Society is changing fast and so must the cattle industry if it is to retain its relevance and its markets into the future.
And at the January 2010 British Cattle Conference - which we preview in this issue of Cattle Breeder - we have plenty of evidence that it is prepared to adapt.
There will be papers on subjects unthinkable only five years ago - from breeding dairy cows with superior environmental credentials to manipulating beef so that its ratio of unsaturated to saturated fats is significantly improved for human health.
And then there's the challenge of feeding the world - in which one speaker in particular believes the beef industry is poised to play an increasingly important role, with its often unsung ability to turn low grade scrubland into the highest grade of protein.
As many speakers will also observe, the cattle industry has become an easy target for both environmentalists and proponents of good health, but this conference will illustrate that farmers and scientists are reacting to their demands, to develop an animal and an industry that is fit for the future.
Introducing the 2010 conference chairman
Chairman of the 2010 event will be Rob Wills, whose buoyant and optimistic style will permeate the conference as a whole and is certain to leave delegates uplifted as they return to the business of farming or working in the agriculture sector.
Rob is well-known on an international level for his unstinting support of Great British genetics and the down-to-earth openness and integrity with which he conducts his own livestock export business, earning him friends as well as customers all over the world.
Rob's choice of theme - 'A sustainable breeding future' - reflects the government's new-found stance that British agriculture has an important role to play in UK food security, but that it must also play this role in a sustainable way.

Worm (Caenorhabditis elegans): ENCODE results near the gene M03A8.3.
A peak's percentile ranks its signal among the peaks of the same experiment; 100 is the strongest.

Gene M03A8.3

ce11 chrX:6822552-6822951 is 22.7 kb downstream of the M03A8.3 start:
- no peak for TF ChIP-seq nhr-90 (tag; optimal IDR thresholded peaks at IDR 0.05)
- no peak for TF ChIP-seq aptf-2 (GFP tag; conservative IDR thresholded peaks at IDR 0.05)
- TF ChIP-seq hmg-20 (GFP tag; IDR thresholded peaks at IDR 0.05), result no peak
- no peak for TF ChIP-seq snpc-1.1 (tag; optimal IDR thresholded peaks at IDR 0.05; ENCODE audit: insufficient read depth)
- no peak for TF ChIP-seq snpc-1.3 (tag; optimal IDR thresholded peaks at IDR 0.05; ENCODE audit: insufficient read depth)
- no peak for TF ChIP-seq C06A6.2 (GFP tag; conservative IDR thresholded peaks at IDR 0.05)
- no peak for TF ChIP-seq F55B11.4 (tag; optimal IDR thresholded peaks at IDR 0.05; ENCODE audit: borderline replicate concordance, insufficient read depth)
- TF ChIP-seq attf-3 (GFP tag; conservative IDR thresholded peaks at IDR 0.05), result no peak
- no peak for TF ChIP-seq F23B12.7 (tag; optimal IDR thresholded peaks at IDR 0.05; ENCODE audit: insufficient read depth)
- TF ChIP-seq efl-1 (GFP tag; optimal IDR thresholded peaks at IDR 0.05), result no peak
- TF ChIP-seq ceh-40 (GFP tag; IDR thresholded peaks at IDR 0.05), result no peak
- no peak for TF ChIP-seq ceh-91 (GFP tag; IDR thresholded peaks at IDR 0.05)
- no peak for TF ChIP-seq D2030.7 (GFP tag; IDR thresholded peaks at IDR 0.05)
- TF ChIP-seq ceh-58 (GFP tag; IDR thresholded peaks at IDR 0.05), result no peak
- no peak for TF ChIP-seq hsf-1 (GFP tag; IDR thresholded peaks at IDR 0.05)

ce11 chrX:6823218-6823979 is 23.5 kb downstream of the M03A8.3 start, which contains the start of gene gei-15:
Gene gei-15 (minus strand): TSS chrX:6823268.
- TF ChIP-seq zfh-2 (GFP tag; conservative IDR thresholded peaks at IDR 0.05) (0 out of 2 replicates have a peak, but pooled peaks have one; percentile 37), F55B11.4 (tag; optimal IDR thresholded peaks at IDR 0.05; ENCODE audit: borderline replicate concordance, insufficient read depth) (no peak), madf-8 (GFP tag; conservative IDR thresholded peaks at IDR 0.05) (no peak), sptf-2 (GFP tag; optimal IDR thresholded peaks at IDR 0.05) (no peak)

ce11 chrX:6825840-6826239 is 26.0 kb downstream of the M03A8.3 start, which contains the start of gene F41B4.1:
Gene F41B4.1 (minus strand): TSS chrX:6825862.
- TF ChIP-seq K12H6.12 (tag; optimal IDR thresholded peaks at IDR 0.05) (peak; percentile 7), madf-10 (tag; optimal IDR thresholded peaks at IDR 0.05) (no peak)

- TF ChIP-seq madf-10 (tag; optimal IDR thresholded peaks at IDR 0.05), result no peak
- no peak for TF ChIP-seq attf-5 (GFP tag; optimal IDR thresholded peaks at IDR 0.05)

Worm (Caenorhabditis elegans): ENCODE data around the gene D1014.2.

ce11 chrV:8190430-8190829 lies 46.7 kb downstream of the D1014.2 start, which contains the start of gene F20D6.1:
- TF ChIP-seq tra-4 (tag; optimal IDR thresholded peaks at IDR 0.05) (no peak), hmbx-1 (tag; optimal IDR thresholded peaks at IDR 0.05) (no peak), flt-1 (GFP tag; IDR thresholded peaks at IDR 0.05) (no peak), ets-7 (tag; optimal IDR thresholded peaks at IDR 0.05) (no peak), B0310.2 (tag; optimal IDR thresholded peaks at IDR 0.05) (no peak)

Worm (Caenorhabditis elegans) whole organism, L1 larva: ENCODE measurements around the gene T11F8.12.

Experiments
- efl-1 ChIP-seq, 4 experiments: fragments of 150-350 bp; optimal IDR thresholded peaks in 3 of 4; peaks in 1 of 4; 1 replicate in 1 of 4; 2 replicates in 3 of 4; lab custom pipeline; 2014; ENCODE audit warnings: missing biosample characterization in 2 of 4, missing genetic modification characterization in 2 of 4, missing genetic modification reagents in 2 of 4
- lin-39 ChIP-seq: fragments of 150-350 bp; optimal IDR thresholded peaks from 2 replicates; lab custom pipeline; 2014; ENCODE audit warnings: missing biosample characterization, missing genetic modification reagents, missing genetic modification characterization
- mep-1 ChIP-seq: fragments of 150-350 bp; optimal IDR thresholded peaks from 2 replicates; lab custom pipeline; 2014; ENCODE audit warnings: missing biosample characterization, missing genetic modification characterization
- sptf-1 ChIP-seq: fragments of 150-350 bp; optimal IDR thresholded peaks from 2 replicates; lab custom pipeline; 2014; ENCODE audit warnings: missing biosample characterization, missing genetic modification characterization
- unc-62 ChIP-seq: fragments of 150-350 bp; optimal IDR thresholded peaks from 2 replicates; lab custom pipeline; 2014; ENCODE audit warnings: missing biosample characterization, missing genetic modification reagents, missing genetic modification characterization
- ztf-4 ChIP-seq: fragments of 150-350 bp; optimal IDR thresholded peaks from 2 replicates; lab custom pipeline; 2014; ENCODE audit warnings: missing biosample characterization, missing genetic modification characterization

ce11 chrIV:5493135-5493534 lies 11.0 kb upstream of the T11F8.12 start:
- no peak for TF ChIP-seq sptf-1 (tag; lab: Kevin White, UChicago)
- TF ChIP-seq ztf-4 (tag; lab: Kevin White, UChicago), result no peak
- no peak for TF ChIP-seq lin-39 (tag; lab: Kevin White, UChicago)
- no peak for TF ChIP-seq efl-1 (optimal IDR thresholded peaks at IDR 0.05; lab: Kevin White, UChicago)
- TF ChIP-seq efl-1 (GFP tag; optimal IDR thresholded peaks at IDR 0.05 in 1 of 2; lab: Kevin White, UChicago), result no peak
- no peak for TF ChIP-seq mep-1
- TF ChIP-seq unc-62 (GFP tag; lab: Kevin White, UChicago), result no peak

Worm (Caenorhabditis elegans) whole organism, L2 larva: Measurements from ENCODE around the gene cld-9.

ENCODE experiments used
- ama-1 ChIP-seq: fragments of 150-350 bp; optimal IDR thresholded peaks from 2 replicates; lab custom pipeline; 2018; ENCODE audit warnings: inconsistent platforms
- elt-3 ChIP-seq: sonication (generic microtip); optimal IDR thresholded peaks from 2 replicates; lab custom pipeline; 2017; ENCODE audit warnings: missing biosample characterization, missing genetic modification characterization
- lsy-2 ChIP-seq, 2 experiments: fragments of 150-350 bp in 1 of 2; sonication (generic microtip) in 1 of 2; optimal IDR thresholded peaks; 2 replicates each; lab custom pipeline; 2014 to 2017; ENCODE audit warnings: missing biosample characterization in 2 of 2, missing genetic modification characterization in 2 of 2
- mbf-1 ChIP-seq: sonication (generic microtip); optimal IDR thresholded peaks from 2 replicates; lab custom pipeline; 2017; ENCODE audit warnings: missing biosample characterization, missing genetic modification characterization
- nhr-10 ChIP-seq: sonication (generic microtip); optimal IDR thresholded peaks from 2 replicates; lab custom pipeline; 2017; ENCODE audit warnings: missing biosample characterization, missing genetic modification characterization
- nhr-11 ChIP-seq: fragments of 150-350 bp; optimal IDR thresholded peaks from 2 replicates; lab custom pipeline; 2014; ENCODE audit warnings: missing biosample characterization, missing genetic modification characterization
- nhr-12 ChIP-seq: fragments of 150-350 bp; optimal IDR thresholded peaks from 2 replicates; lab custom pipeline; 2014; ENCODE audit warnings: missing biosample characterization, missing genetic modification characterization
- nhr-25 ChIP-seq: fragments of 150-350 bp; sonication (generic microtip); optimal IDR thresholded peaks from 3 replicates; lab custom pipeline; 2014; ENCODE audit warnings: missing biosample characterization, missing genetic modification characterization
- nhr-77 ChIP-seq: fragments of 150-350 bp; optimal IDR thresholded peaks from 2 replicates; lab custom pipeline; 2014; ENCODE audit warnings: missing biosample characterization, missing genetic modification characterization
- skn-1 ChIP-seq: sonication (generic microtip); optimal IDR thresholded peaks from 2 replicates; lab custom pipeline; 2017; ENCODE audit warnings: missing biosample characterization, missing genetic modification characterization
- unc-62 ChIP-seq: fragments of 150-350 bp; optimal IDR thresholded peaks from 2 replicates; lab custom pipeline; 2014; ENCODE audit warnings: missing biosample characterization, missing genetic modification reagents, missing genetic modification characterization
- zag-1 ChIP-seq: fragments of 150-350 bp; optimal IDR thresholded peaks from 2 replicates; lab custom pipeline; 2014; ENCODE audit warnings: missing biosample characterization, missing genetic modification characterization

These dual challenges (and there are many more besides, including the imperative of profitability) will be addressed in Rob's choice of speakers, many of whom will focus on the environment, or add an environmental theme to their specific area of expertise.
Summing up sentiments shared by the British Cattle Breeders Club as a whole, Rob says: "Our duty is to constantly search for ways of not just surviving in the cattle industry, but to thrive and to grow and to leave behind us a sustainable system for future generations to build on."
This conference promises to provide a springboard for exactly this, and has become the 'must visit' annual event for all those serious about shaping the industry of tomorrow - so do come along and share in the future.
Conference: The time and place
The 2010 British Cattle Conference will be held at the Telford Golf and Spa Hotel.
The main dates are Tuesday 26 (beef) and Wednesday 27 January 2009 (dairy).
Day rates are £85 for members (£115 non-members) while cost-effective packages are available to include accommodation and participation in all the social events.
Conference: The speakers
Take action now to avoid legislation later
Farming is in the firing line when it comes to greenhouse gas emissions and cattle farming in particular is the increasing focus of attention.
Dr Duncan Pullar, Head of R&D for EBLEX will put the issue into perspective with some hard facts on precisely where the problems lie.
He will offer some practical measures which could make a real difference right now, and suggest that the industry's failure to act could lead to unwelcome legilsation.
Arguing that ignoring the issue will no longer be an economically or morally acceptable option, he will help and urge cattle farmers to take ownership of the facts.
A role for genomics in the control of disease